This remarkable book by Richard Bauckham, The Testimony of the Beloved Disciple: Narrative, History, and Theology in the Gospel of John(Grand Rapids: Baker Academic [a division of Baker Publishing Group], 2007), is mostly concerned with establishing the identity of the author of the fourth gospel as an eyewitness of the events the gospel describes and the integrity of the gospel as a whole, both historically and textually. The argument in this book is supported by the arguments in the author’s other books, especially The Gospels for All Christians: Rethinking the Gospel Audiences(Eerdmans, 1998) and Jesus and the Eyewitnesses: The Gospels as Eyewitness Testimony(Eerdmans, 2006).
Bauckham drew several conclusions: The original gospel included both the prologue and chapter 21 and the two halves of the gospel were never separate. It was written from Ephesus by John the Elder who was a disciple from Jerusalem and not the apostle John the son of Zebedee of Galilee. He is the “beloved disciple” in the gospel text and was an eyewitness of Jesus’ ministry. The gospel fits the genre of Greco-Roman biography and also the more precise genre of Greco-Roman historiography. In fact it meets the demands of ancient historiography more than the synoptic gospels. In addition, the publication of the gospel was intended for all Christians and not a hypothetical “Johannine Community.”
All these conclusions are in stark contrast to the dominant approach in Johannine studies today which tend to understand the gospel as the work by several anonymous hands working at different stages for a small sectarian community alienated from the larger Petrine body of Christians. Moreover, the gospel is not about Jesus, but rather its composers created stories about Jesus to tell allegories that are really about the community’s own history and to put the community’s own theology on the lips of Jesus. Bauckham’s conclusions are different but the evidence he examines is extensive and his methods rigorous. How refreshing!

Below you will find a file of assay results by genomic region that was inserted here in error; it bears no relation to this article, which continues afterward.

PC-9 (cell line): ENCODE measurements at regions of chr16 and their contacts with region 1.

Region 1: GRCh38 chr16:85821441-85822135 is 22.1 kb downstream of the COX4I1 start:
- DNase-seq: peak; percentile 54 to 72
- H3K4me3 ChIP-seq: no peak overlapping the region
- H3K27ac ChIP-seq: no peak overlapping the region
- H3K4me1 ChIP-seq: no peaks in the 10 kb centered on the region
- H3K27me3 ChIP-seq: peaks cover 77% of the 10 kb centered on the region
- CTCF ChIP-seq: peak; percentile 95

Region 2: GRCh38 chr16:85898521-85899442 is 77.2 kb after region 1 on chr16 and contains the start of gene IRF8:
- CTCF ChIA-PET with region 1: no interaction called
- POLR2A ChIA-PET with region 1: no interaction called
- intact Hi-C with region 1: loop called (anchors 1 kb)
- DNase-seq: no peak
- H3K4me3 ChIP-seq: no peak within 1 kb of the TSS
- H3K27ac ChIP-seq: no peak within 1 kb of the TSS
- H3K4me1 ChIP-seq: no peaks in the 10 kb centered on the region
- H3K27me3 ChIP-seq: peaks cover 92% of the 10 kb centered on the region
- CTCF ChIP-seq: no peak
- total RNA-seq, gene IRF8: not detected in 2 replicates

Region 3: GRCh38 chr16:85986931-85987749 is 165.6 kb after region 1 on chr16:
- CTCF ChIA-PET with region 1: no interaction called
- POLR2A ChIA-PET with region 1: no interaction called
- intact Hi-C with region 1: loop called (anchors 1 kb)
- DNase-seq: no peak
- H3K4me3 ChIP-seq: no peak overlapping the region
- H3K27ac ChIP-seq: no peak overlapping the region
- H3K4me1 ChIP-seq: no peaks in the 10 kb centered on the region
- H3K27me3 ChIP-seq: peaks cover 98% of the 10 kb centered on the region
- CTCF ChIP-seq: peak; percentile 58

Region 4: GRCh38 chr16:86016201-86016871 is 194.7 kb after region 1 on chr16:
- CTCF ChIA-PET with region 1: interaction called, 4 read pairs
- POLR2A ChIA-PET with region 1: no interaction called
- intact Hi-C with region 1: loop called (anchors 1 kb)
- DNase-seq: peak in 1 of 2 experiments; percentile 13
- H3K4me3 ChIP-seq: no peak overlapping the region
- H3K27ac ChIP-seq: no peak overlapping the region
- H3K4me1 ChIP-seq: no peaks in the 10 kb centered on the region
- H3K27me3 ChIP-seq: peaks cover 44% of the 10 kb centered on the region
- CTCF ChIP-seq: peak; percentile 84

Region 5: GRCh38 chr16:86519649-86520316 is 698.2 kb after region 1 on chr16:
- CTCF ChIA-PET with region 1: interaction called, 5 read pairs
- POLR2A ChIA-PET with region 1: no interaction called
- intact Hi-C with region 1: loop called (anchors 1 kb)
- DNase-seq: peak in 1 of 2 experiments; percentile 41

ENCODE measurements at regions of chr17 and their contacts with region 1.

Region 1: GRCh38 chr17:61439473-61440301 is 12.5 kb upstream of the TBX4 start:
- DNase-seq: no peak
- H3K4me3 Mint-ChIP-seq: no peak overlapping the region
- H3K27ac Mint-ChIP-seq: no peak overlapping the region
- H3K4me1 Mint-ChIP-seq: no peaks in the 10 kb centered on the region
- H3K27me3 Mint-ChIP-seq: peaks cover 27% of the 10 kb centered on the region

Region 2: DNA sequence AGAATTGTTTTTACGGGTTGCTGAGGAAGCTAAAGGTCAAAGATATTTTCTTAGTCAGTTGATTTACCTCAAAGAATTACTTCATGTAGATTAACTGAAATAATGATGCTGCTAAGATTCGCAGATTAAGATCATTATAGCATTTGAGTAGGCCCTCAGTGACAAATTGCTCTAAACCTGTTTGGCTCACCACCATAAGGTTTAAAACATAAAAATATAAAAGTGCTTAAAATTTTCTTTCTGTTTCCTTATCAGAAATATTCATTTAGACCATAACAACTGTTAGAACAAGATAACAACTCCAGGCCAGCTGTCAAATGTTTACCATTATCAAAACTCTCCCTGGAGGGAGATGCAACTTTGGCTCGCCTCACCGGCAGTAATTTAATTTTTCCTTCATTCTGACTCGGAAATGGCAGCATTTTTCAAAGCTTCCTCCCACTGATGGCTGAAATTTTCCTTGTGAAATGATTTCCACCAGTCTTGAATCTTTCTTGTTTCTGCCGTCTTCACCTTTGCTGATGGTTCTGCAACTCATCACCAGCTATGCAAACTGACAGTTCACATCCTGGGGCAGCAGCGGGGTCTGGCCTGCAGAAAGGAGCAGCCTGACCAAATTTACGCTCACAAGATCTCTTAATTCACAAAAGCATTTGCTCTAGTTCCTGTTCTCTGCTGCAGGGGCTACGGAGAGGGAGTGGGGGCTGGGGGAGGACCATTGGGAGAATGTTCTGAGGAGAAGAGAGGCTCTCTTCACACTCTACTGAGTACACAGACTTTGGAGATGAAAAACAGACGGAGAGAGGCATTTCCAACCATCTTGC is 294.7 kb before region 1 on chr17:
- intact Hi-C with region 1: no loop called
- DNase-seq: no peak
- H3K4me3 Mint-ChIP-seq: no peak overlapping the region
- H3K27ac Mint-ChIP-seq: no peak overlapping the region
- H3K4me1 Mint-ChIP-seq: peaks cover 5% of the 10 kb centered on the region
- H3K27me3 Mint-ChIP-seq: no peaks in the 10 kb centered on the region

In my judgement this book contributes to the well-being of the church which is renewed in its faith, worship, life and ministry by “remembering” Jesus. An eyewitness is not an objective reporter of facts but testifies from a particular perspective, with a particular focus, and has a particular interest. This gives the witness a particular perception. In the case of our gospels, the perception was informed and transformed by the divine revelation within the spirit of the witness of who Jesus is. This revelation awakened the witness’s spirit so that he, seeing with the eyes of his spirit, “recognized” Jesus. He can then speak to our spirit through his permanent testimony (the words of the gospel) so that we too—our spirit having been awakened by the divine Spirit by this means—can recognize Jesus with our spirit. This (our) recognition of Jesus, evoked by the re-membering on the part of the eyewitness, enables us to re-member Jesus. This re-membering makes Jesus present to us in a special (and, by the Spirit, entirely real) way. Our remembrance of Jesus when we hear the Gospel, and our receiving this One together when we break the bread, is the prelude to and foundation of the life of the church upon which everything else—the life of the church—is built. Establishing the content of the gospels as the interpreted testimonies of enlightened eyewitnesses is important for validating the basis of the church’s existence. Besides validating how the church in practice uses the gospels, what the church needs even more is to understand the nature of these testimonies and how they function as testimonies. With The Testimony of the Beloved DiscipleRichard Bauckham has done this for the Gospel according to John and has served the church well.